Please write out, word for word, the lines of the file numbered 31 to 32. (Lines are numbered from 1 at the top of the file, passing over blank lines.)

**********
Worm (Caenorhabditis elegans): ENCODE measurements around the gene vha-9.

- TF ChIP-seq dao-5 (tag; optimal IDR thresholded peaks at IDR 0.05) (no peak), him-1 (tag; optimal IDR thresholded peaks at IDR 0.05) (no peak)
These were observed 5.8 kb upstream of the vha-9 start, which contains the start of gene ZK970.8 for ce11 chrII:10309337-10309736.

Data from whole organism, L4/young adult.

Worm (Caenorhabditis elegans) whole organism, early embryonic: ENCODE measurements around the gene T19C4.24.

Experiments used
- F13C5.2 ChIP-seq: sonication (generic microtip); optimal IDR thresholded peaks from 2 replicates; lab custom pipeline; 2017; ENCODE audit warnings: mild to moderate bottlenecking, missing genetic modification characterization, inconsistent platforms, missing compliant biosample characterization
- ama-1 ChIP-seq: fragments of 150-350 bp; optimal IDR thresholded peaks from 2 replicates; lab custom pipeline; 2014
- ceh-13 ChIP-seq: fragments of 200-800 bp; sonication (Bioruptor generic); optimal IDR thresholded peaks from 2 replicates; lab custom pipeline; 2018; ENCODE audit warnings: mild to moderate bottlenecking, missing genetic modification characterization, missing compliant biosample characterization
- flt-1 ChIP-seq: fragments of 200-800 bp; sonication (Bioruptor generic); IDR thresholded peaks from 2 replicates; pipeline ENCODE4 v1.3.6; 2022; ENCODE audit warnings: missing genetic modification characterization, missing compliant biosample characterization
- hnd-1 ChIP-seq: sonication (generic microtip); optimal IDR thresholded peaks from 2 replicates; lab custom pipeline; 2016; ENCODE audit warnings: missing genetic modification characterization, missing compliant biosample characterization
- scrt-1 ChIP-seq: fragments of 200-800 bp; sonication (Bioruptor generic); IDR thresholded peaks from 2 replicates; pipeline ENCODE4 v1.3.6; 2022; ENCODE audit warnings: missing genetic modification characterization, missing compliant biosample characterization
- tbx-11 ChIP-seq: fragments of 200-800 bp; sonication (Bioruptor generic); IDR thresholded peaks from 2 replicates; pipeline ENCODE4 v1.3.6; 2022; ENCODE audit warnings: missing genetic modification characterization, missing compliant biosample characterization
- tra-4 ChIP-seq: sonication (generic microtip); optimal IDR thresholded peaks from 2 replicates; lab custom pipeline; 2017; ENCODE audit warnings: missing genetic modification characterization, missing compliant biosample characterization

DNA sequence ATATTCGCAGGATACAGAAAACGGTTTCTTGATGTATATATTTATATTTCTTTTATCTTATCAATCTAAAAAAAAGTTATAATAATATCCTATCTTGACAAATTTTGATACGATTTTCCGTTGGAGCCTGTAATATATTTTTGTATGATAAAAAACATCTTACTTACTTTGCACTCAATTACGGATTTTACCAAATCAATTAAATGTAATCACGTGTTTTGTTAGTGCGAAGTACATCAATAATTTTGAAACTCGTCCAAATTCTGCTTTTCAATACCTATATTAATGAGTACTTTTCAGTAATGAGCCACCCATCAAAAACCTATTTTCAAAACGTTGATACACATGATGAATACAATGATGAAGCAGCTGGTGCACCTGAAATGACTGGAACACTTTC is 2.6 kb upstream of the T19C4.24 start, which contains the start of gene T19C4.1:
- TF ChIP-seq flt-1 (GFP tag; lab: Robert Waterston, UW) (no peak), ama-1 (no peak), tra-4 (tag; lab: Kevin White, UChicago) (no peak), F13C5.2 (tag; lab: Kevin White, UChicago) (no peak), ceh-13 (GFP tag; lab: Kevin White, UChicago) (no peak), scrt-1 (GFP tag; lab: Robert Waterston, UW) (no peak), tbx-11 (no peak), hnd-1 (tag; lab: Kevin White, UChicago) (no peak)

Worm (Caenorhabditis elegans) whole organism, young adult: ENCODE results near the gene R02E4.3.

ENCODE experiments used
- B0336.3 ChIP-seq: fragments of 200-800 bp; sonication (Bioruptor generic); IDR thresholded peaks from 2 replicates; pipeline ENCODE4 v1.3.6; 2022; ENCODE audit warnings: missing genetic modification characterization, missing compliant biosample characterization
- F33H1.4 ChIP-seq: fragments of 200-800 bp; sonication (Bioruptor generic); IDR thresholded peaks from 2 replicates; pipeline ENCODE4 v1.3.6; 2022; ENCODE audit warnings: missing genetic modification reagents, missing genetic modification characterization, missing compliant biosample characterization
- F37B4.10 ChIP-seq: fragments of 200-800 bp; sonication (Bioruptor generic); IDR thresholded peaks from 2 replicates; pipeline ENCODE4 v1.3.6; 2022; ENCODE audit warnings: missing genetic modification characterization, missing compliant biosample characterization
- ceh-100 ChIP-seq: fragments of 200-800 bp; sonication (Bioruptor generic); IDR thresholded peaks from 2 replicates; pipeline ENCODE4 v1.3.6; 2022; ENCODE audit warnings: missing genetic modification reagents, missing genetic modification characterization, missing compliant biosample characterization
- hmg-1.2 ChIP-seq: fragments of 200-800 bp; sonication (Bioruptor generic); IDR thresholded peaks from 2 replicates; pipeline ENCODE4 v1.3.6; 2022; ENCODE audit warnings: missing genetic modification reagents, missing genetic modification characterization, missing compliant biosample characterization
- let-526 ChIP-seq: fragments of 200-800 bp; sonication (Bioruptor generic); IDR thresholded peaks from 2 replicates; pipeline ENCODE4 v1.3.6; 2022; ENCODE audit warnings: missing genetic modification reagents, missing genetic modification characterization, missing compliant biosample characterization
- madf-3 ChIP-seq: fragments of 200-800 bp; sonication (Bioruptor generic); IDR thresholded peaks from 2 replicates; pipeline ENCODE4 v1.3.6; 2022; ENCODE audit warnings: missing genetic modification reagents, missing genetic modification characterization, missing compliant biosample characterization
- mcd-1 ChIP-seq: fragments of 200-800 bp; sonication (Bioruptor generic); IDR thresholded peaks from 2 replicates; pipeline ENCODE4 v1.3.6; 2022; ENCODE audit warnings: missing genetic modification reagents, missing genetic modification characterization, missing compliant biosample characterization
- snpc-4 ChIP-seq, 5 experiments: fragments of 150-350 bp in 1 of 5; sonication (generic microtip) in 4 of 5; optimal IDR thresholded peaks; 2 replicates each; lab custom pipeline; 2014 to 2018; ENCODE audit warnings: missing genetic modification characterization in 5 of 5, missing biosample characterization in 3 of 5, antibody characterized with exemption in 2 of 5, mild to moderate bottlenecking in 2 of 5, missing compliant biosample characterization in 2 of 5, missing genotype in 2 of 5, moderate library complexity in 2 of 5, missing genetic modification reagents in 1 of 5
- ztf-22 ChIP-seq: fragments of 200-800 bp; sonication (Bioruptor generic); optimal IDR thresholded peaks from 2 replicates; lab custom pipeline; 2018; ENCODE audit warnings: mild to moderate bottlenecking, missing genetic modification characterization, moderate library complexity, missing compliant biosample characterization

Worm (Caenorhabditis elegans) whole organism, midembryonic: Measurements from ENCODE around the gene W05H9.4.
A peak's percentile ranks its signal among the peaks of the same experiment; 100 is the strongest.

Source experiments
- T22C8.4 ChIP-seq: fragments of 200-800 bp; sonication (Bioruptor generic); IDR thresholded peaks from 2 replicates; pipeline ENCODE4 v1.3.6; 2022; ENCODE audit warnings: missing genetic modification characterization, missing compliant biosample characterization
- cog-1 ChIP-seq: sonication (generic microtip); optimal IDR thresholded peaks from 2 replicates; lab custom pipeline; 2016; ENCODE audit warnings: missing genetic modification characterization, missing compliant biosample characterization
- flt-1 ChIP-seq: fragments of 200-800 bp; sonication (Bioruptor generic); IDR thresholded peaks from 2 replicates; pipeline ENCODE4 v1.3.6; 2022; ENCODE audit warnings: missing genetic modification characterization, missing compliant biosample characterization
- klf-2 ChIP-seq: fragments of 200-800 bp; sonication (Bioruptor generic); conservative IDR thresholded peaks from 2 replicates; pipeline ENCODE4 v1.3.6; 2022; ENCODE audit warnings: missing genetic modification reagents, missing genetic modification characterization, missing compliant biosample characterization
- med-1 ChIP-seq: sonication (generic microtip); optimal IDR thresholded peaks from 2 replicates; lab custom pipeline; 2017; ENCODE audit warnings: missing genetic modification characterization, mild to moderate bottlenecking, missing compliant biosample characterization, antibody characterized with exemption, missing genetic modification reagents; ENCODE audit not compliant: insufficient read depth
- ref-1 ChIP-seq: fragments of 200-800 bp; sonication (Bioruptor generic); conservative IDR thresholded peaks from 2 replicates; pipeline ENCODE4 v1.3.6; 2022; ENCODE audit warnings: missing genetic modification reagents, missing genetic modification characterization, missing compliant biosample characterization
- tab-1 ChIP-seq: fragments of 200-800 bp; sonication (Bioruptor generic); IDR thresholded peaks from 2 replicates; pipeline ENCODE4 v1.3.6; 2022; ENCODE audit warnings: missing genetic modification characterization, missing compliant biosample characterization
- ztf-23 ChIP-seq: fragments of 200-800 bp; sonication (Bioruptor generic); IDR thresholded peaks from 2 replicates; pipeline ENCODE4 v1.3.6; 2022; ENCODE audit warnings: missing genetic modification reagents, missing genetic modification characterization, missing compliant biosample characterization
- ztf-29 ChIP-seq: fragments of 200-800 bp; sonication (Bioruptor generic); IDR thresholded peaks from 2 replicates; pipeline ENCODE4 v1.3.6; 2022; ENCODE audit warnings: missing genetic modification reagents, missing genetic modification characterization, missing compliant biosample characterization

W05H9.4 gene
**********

Source experiments
- T22C8.4 ChIP-seq: fragments of 200-800 bp; sonication (Bioruptor generic); IDR thresholded peaks from 2 replicates; pipeline ENCODE4 v1.3.6; 2022; ENCODE audit warnings: missing genetic modification characterization, missing compliant biosample characterization